In a special series over Christmas, the lads consider ways in which the future of football can be improved.
Today, Lakes begins by looking at a novel way in which clubs can look at improving results on the pitch - and their financial position off it.
Football these days. It's all about the players. Overpaid, underworked prima donnas, the lot of them.
It's a criticism you hear time after time on the terraces. One-time 'star players' waste away on the bench, happy to pick up a hefty wage, bankrolled by the club you love.
With the security of a fat, long contract, players know they have a guaranteed wage for a certain number of years. All you can do is tear your hair out and bemoan your miserable life. Nothing personal.
How many wastes of space can you name at your club? I'll wager one or two at least. Wouldn't it have been great, with hindsight, to have signed those players to a shorter contract? Goodbye, Emile!
For a moment, let's consider my personal experience as a Preston North End supporter. We recently got taken for a violent ride on the HMRC's wide love rocket, owing hundreds of thousands of pounds to the tax man.
We were issued with two winding up orders. All the while, Darren Carter sat on the substitutes bench, picking up a rumoured five-figure weekly salary.
Carter had never really adapted to the hustle and bustle of the Championship and looked forlorn at the prospect of playing more than five minutes a game.
What a relief it would have been for both parties if we could've let him go easily. Like Rose on that wooden crate, releasing Jack's hands, he'd have slipped away into the murky depths with little more than a bubble of air escaping from his jaded lungs.
Instead, Darren was happy to pick up a wage for getting a slightly numb bench-backside, while we were too poor to sever his contract in one lump sum.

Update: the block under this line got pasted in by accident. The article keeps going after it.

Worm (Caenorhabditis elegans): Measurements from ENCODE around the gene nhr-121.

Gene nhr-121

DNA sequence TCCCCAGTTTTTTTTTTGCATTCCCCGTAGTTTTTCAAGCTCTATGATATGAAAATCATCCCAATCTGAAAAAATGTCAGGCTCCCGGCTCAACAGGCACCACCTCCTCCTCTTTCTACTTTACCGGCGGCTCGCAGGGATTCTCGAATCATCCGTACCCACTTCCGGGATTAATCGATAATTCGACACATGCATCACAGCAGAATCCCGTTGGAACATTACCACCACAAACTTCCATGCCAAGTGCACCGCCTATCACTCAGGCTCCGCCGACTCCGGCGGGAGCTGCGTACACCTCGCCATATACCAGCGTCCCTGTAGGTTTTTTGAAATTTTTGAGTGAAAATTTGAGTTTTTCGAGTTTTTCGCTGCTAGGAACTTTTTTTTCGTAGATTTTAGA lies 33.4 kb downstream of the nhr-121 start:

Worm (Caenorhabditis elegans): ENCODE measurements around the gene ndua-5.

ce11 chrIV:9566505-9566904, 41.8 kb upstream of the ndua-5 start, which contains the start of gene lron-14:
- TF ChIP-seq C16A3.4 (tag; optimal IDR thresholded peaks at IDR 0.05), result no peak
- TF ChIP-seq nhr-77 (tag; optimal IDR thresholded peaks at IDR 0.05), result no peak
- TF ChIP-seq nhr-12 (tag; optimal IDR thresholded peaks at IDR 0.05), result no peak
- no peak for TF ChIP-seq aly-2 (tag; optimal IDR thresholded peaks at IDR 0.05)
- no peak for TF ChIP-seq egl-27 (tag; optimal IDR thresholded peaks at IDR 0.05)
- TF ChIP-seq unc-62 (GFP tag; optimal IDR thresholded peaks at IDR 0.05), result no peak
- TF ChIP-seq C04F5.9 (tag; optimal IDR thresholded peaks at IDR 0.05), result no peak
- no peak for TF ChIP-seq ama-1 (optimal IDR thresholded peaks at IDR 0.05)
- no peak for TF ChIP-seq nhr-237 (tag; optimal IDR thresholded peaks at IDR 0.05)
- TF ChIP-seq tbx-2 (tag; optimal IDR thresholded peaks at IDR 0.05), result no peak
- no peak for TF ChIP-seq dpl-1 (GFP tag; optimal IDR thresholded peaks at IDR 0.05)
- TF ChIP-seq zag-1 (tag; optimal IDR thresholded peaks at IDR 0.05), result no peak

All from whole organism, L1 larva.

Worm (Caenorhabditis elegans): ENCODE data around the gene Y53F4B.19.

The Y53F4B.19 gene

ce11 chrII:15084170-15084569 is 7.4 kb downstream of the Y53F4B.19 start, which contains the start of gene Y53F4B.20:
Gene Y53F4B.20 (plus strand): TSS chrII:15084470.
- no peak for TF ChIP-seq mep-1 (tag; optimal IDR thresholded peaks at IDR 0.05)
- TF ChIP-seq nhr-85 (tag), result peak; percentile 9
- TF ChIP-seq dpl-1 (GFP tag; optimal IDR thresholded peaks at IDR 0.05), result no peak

That's why I'm proposing mandatory one-year contracts for all footballers. Forget player power, it's time for a bit of club power.
This is the next generation of football: the generation that picks itself up from the floor, battered and bruised by the ITV Digital collapse, demanding agents, and boom and bust. The generation that finally takes affirmative action and kicks the prima donnas square in the balls.
Here's how it would work. Players sign up to a club on a one-year basis. They have precisely that duration to impress. If a club wants to keep the player, they can give them another one-year contract.
If they want to get rid of them, there are no costly severance packages, messy backroom deals, or unsightly public rows - a player simply gets let go at the end of their contract.
It's not all doom and gloom for the players, either. With only a one-year commitment required from a club, they represent a low-risk gamble for sides looking for a solution to fill a problem position in their side, or looking for someone new to come in and shake things up.
The best teams, of course, will keep hold of their best players by offering them new one-year deals.
Into the deals they could build improved incentive-based clauses, such a "x amount more money and a guaranteed contract next year if you score 30 goals this season."
It would revolutionise the game, enabling clubs to keep their best players, but still provide players with the choice to move if it's not right for them.
Some will argue, wrongly, that players deserve a bit of stability in their lives. I'm afraid they sacrificed the right to that when they became overpaid sacks.
So what if player X feels he has to move up north? That's his choice - he became a footballer. It's hard to feel any real sympathy for players when the bottom line is they're paid thousands of pounds a week. I'm paid thousands of pounds a year. They can get lost.
There is, perhaps, a token bone of sympathy worth throwing to players in the lower division. League Two players, for example, might find it more troublesome to constantly uproot than players in the Championship.
But let's be clear: clubs have the option of retaining players they want for another year, and if a player really wants to stay then he needs to impress.
It would result in a greater effort from players, each playing for a new contract. Why shouldn't players give 100% effort? It would also mean the gravy train would stop for some less able, or less willing, players who put in minimum effort.
The kind of players who end up lurching from one club to another would quickly get a fair reputation as unemployable. That's exactly how it works in the real world - why shouldn't it be the case for footballers too?
Why should clubs owe players loyalty when players don't show any to their clubs? It's time to take a bit of that power back, football clubs of Great Britain. It's time for change.
On Wednesday, Turls makes his argument for bringing back regionalisation in the lower leagues.